Once in a Child Care class in college, we had to do a study on what the Bible says about child discipline. For that kind of a study, you might go to verses you are already familiar with first, then look up the cross references listed beside them, then look up pertinent words in the concordance, like “rod,” “discipline,” “train,”, “child,” “son,” etc. Then you might go from the actual verses telling about child discipline to examples in Scripture of parents disciplining their children in good or bad ways or examples of how God disciplines us.

When you go back to your regular reading, you’ll likely find other verses that would fit in to your study, and your study will likely heighten what you get out of that passage as you read it again.

I’ve done studies on particular problem areas I’ve wrestled with, like anger, pride, anxiety, gluttony, that have been very helpful.  One pitfall is that it be can be very easy to look these verses up and get them all neatly categorized and organized….and then file them away without really going back to read and study them to see what they teach. But they can be a handy and helpful study guide.

Once I did a study on the words “in Christ” or “in Him.” I had noticed a few verses that detailed some things that we have in Christ and wanted to study it out further. It was a very rich study! Here are just a few of those verses:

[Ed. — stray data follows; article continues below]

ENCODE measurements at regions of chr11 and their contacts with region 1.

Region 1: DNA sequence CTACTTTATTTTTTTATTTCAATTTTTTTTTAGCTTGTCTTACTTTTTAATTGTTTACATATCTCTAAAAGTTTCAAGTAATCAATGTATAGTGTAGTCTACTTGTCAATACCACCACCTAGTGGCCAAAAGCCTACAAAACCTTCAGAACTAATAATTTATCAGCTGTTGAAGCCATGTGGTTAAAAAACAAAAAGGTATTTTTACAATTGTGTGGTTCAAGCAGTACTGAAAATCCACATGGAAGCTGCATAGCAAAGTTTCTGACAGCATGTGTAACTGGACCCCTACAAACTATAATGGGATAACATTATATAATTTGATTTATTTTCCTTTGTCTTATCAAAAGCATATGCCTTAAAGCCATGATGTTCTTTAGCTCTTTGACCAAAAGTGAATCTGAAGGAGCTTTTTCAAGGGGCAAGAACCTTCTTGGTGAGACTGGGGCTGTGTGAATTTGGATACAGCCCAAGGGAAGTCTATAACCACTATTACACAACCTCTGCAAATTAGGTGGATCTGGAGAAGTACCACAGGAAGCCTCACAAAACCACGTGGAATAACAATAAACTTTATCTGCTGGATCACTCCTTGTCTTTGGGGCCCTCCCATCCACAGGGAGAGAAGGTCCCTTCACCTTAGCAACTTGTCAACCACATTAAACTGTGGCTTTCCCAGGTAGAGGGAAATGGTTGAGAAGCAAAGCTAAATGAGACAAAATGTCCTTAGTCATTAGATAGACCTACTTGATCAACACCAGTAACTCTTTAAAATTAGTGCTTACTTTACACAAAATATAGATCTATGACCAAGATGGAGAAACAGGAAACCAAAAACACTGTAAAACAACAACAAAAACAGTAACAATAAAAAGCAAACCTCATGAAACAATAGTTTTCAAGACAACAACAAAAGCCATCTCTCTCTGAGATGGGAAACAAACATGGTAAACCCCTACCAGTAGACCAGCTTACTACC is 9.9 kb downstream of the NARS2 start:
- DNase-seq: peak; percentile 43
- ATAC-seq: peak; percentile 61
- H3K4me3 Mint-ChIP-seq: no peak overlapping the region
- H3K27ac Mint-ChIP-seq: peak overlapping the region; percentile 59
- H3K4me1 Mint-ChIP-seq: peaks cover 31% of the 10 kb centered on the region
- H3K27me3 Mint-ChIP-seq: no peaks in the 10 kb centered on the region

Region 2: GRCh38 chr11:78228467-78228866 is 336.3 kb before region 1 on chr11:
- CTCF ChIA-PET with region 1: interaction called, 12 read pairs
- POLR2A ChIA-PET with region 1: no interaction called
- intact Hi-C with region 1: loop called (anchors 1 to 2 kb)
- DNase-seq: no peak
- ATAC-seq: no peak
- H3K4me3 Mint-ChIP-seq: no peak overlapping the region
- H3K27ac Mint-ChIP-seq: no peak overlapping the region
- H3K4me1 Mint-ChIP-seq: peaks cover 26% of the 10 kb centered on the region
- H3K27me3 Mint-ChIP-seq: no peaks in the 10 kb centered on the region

Romans 3:24   Being justified freely by his grace through the redemption that is in Christ Jesus.

 Romans 8:1  There is therefore now no condemnation to them which are in Christ Jesus, who walk not after the flesh, but after the Spirit.

Romans 8:38– 98   For I am persuaded, that neither death, nor life, nor angels, nor principalities, nor powers, nor things present, nor things to come, Nor height, nor depth, nor any other creature, shall be able to separate us from the love of God, which is in Christ Jesus our Lord.

 1 Corinthians 1:30   But of him are ye in Christ Jesus, who of God is made unto us wisdom, and righteousness, and sanctification, and redemption.

 1 Corinthians 15:22   For as in Adam all die, even so in Christ shall all be made alive.

 2 Corinthians 2:14   Now thanks be unto God, which always causeth us to triumph in Christ, and maketh manifest the savour of his knowledge by us in every place.

John 1:4   In him was life; and the life was the light of men.

 Colossians 2:10   And ye are complete in him, which is the head of all principality and power.

Another time, to try to fight against my desire for my own way so much of the time, I did a study looking up verses like “own way,” “own understanding,” “own thoughts,” “own sight,” “own eyes,” etc. I ended up with four pages of very convicting notes! Here are just a few: